A suicide bomber struck a mosque in eastern Saudi Arabia as worshippers were commemorating the 7th century birth of a revered Shia figure, killing at least 21 people on Friday, the first attack in the Kingdom to be claimed by ISIL.
Saudi Arabia's Interior Ministry reported that an explosion struck a mosque in the eastern province of Qatif after Friday prayers. More than 150 people were praying when the huge explosion ripped through the Imam Ali mosque in the village of al-Qadeeh, witnesses said.
The Islamic State in Iraq and the Levant (ISIL) said in a statement that one of its suicide bombers, identified as Abu 'Ammar al-Najdi, carried out the attack using an explosives-laden belt, U.S.-based monitoring group SITE said on its Twitter account. ISIL said it would not rest until Shias, which the group views as heretics, were driven from the Arabian peninsula.
It is the second deadly attack in six months against minority Shia, who make up as much as 20 percent of the Kingdom's population. In November, ISIL was blamed for shooting dead eight worshippers in eastern Saudi Arabia's al-Ahsa village.
Activist Naseema al-Sada told The Associated Press by telephone from Qatif that the suicide bomber attacked worshippers as they were commemorating the birth of Imam Hussain, a revered figure among Shia. She said the hospital has called on residents to donate blood.
A witness to the attack told the AP that the attacker detonated his suicide vest just as he was entering the mosque. The witness spoke on condition of anonymity for fear of retribution.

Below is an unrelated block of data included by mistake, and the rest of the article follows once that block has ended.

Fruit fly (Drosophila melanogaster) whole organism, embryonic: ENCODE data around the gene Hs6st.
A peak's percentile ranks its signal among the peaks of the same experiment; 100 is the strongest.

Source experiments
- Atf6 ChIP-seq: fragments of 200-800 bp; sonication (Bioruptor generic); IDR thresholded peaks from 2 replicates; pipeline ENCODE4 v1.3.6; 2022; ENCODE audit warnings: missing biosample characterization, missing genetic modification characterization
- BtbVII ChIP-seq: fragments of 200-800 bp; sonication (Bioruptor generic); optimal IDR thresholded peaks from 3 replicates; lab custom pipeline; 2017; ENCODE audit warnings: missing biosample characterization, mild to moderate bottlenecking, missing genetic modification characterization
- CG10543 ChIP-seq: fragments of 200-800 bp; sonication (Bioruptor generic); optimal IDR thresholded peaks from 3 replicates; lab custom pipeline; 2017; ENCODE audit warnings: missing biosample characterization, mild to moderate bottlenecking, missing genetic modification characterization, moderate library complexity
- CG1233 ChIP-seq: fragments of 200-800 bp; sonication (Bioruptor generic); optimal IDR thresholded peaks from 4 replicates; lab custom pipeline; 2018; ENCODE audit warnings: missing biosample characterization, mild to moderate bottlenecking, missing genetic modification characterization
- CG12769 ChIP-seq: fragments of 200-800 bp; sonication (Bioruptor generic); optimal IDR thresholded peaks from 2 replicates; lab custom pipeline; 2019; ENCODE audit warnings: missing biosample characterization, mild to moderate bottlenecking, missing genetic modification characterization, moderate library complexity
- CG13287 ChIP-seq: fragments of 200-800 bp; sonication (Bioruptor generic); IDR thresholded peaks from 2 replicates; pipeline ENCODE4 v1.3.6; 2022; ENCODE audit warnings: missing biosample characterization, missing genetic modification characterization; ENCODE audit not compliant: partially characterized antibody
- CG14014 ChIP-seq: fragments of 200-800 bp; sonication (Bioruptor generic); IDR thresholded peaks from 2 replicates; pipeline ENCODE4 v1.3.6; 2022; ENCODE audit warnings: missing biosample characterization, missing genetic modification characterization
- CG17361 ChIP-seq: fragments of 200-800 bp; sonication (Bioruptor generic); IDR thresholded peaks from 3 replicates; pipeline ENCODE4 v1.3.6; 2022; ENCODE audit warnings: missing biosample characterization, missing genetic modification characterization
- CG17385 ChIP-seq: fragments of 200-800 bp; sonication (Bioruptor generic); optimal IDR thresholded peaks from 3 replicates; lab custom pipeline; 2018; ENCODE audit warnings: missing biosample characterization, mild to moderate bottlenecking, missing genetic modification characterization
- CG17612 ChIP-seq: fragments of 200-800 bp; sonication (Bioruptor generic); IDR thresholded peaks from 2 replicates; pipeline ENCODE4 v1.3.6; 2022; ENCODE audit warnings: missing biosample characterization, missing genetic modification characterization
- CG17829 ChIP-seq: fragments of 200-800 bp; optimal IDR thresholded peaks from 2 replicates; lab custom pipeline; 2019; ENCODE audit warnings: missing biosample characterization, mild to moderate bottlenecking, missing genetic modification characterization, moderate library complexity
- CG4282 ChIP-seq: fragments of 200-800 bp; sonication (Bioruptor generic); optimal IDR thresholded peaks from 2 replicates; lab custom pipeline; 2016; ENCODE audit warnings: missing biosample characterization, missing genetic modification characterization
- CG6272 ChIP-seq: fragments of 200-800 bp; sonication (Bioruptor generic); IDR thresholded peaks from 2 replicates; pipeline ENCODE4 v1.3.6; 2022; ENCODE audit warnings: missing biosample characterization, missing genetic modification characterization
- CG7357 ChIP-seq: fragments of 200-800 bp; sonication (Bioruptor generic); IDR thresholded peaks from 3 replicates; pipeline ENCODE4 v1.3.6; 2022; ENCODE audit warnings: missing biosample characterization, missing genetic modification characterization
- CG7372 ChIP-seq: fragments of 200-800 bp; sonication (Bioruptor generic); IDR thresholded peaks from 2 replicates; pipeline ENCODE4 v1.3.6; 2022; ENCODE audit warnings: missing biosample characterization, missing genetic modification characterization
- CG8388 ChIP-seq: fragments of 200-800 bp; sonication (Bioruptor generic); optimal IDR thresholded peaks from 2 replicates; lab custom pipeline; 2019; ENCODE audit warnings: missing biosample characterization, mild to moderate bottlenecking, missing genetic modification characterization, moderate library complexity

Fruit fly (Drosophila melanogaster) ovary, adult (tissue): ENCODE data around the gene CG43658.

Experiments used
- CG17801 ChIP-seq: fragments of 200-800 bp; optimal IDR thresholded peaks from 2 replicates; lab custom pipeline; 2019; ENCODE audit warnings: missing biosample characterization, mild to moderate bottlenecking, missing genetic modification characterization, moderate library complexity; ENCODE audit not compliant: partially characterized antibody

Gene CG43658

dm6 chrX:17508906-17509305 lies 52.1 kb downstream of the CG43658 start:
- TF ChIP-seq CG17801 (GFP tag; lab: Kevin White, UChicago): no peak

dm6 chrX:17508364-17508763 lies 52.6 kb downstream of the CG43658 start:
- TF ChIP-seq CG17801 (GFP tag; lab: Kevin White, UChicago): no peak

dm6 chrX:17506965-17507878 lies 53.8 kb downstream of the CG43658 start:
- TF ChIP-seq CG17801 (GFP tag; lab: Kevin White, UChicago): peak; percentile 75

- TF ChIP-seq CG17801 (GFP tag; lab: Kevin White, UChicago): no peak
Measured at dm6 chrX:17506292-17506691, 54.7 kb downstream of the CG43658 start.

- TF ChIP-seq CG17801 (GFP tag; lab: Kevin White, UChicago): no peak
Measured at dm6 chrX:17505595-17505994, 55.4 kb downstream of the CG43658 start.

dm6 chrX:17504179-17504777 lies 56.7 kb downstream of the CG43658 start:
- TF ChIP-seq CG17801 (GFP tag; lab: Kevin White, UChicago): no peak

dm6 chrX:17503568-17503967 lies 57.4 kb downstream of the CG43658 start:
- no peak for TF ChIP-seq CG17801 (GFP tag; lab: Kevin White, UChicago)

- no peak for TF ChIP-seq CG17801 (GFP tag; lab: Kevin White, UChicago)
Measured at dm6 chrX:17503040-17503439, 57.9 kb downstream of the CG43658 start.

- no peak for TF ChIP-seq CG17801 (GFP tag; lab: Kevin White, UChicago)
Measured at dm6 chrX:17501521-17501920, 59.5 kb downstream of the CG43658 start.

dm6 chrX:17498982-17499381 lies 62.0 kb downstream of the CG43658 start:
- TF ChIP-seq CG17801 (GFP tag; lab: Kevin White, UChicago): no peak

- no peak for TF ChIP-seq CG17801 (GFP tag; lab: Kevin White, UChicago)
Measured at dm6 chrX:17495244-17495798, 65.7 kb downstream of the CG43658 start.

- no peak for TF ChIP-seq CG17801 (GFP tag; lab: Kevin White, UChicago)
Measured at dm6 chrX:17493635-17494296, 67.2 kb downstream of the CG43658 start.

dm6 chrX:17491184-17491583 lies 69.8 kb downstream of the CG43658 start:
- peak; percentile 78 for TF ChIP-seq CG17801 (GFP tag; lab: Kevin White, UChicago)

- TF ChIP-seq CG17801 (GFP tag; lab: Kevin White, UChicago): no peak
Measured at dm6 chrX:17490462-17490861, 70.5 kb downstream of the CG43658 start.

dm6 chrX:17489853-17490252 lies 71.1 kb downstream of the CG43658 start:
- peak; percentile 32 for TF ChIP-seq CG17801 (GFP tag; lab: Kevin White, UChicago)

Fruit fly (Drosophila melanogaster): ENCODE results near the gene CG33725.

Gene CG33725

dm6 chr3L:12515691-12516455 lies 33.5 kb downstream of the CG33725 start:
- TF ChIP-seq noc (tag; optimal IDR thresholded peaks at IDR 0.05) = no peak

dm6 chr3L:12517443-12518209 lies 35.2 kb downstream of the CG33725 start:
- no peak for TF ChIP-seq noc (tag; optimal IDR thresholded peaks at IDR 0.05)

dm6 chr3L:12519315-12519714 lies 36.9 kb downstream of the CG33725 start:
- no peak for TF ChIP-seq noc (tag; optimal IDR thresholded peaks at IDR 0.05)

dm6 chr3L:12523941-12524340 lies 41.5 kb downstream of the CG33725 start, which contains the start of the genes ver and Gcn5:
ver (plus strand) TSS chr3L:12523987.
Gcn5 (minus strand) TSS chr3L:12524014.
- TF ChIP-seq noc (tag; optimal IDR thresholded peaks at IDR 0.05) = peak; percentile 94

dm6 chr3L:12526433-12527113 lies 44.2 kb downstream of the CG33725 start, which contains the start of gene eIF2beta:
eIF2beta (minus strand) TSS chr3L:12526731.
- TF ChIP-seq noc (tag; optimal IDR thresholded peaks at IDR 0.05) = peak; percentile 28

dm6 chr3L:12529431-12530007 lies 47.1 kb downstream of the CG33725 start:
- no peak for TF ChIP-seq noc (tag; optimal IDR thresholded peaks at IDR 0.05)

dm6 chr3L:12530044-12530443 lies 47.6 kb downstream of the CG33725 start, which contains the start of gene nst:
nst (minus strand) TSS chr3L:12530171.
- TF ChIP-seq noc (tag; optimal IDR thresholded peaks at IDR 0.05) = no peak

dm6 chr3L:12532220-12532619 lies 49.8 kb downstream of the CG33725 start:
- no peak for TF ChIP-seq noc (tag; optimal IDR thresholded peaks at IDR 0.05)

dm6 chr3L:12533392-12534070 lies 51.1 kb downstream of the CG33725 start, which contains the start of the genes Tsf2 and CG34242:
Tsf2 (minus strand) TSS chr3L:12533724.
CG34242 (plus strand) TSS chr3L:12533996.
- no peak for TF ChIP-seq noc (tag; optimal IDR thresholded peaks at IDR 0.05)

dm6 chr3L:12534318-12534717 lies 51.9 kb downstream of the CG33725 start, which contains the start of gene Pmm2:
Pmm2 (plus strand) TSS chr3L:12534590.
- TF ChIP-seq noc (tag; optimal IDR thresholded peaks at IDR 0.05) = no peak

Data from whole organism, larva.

Lebanon's Al-Manar television channel, run by the Lebanese Shia Hezbollah group, carried still, blurry pictures of pools of blood inside what appeared to be the mosque where the attack took place. It also showed still photos of at least three bodies stretched out on red carpets, covered with sheets. One person dressed in a white robe was being carried away on a stretcher.
Shia residents in eastern Saudi Arabia have long complained of discrimination. They say that despite the region being home to most of the kingdom's oil reserves, their streets, buildings and infrastructure are in poor condition. They say unemployment runs high among Shia youth in the area.
In 2011, Shia in the east inspired by the Arab Spring uprising in neighboring Bahrain took the streets to demand greater rights. Police arrested hundreds of people and a Saudi court sentenced an outspoken cleric, Nimr al-Nimr, to death.
Al-Sada and others say that Saudi Arabia's airstrikes against Shia rebels in Yemen have further inflamed sectarian tensions. Since the Saudi-led war began in late March, many leading Sunni clerics in the kingdom have used Friday sermons to denounce the Houthi rebels and their Iranian backers, but also to criticize their practices of praying at tombs and shrines.
Many Sunni Wahhabi Muslims in Saudi Arabia view the Shia practice of praying at the tombs of religious figures as akin to polytheism.
"I hold the government responsible," al-Sada said. "The government should protect us, not encourage sermons and schoolbooks to incite against us as non-believers."
"We want them to prevent this from happening in the first place," she said.
Just before the Saudi-led campaign against the Houthis, suicide bombers in Yemen's capital attacked a pair of mosques, killing 137 people. A purported affiliate of the Islamic State group claimed responsibility for the bombings, which also wounded 357 people.
Al Jazeera and wire services